Parties negotiate Central Maine Power rate hikes over next two years
AUGUSTA – Central Maine Power ratepayers will see more bill increases this summer, next January 1, July 2024 and January 2025, contingent on approval of the Maine Public Utilities Commission.
The increase on July 1, 2023, translates into a total overall bill increase of approximately 1.08% for CMP customers, or about $1.67 per month for an average residential customer using 550 kilowatt hours per month, according to a news release from the Maine Office of the Public Advocate.
A major driver of the company’s requested increase was its significant capital investment program. The company argued that it has made these investments to improve customer service.
The settlement calls for an increase of approximately $16.75 million on July 1, 2023, and additional step increases of the same amount on January 1 and July 1, 2024, and January 1, 2025.
“The settlement is not perfect,” said Andrew Landry, Deputy Public Advocate, and chief negotiator for the OPA, in the release “But it represents a significant reduction from CMP’s initial request, which called for increases of $47.7 million in 2023, $27.7 million in 2024, and $23.4 million in 2025. CMP had also requested approval to defer the cost of certain investments for later recovery, but that would’ve contributed to even larger rate increases over the next two years. These deferral requests were eliminated as part of the settlement agreement.”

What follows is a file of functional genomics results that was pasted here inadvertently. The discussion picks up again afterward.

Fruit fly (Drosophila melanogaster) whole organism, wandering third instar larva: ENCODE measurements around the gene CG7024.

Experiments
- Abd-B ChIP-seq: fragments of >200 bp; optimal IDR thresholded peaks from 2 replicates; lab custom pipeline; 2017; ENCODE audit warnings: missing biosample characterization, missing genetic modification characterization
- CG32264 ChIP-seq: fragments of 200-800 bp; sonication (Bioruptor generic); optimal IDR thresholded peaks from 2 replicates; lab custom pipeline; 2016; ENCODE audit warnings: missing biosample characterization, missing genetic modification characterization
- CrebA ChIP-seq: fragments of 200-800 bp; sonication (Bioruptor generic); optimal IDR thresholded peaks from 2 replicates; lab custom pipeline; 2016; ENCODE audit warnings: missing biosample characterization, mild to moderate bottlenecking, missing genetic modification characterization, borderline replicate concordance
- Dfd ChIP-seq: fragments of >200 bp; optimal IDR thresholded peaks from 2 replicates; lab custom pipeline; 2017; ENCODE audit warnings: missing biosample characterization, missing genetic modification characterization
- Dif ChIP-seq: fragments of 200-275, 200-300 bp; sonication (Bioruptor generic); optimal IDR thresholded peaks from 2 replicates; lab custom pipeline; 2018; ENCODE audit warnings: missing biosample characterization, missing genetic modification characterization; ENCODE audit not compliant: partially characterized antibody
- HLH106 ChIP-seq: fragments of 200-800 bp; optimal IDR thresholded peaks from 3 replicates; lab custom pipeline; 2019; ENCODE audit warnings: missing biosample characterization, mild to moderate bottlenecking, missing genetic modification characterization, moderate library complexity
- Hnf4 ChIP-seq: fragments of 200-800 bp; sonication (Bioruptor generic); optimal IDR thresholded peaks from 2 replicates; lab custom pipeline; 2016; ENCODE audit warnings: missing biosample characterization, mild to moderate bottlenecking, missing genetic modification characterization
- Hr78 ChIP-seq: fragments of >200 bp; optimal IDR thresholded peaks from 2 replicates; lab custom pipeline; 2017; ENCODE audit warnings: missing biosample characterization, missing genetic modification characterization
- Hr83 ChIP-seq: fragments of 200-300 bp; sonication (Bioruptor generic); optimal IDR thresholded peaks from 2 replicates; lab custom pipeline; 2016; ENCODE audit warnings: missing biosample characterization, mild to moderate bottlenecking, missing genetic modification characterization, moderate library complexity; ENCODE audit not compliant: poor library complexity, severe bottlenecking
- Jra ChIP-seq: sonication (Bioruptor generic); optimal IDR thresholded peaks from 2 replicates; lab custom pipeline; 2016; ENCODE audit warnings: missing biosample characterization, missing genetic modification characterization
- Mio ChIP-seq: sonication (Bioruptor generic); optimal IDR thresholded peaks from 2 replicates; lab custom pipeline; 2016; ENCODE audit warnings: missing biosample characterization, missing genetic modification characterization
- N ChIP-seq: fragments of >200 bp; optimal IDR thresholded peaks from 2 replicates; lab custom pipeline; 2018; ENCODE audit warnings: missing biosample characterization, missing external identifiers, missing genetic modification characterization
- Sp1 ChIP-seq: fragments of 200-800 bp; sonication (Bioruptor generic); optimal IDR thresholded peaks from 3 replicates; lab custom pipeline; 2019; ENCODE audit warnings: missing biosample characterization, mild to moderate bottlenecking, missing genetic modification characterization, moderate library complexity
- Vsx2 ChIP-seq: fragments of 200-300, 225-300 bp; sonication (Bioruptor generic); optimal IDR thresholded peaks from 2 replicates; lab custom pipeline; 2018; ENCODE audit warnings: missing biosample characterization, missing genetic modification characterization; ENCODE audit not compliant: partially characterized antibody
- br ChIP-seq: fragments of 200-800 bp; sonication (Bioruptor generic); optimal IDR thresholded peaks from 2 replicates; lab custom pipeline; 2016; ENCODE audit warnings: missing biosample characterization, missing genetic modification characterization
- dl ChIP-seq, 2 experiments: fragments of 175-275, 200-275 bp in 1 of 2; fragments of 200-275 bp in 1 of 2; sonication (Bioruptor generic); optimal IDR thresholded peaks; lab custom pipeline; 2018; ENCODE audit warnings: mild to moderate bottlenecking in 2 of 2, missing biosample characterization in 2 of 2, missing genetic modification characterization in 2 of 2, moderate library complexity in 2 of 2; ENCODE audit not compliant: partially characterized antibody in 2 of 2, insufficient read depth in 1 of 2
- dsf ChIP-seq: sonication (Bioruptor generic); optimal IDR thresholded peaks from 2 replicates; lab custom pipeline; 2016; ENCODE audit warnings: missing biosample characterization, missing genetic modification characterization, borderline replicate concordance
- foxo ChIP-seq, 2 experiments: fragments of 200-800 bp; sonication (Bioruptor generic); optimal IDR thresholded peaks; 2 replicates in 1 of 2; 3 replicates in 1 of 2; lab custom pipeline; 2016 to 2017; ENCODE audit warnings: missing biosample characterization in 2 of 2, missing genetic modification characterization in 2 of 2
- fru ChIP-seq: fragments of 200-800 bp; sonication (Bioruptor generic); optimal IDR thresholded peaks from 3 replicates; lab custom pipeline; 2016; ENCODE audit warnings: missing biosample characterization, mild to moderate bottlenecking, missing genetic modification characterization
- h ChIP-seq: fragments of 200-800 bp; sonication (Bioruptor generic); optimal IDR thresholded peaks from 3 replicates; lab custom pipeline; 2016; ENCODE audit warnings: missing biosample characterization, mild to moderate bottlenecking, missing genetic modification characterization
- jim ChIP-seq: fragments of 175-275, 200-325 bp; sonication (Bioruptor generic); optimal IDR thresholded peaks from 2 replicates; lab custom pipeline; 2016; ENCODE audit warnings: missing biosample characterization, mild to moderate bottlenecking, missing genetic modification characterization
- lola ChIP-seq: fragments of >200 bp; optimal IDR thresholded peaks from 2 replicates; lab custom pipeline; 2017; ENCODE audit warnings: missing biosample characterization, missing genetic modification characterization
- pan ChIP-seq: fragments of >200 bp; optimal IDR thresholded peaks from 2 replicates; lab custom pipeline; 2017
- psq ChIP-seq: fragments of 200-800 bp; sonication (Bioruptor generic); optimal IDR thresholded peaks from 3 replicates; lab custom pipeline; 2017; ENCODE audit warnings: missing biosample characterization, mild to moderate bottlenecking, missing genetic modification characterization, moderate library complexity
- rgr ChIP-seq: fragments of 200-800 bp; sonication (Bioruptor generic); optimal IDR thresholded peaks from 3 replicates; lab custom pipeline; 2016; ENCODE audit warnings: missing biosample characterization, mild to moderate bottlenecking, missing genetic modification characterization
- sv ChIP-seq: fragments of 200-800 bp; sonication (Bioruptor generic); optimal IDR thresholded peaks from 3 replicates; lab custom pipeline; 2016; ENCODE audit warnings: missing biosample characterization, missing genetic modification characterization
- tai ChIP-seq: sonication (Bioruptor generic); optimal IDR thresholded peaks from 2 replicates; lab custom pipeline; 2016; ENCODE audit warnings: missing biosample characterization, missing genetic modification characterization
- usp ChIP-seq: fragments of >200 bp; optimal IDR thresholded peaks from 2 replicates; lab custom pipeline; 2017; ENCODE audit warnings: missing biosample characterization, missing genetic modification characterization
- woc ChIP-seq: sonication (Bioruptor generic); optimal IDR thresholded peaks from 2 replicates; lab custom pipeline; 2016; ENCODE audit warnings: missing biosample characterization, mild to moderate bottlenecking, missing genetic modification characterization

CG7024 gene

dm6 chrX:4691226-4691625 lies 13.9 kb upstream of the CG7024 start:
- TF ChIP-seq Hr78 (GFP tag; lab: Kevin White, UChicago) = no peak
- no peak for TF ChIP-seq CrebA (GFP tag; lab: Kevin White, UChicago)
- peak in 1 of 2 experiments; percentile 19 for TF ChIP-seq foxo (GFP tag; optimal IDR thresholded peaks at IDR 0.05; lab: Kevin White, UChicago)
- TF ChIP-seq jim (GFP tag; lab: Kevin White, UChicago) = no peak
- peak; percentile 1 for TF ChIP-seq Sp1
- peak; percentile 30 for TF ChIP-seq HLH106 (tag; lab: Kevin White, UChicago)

“To help ensure that such benefits are actually realized, the settlement agreement includes a provision that could impose financial penalties on the company if certain service quality levels are not achieved,” said Public Advocate William Harwood.
The settling parties include the Office of the Public Advocate (OPA), AARP Maine, Competitive Energy Services, Efficiency Maine Trust, Walmart, Nicholas Alexander, and the International Brotherhood of Electrical Workers Local 1837. Collectively, these parties represent a broad spectrum of consumer interests.
CMP’s initial request also had included significant increases related to charges imposed on it by its parent company and higher profit levels on capital investments, the release said. In the settlement, no increases are provided for CMP’s overall cost of capital or for parent company charges.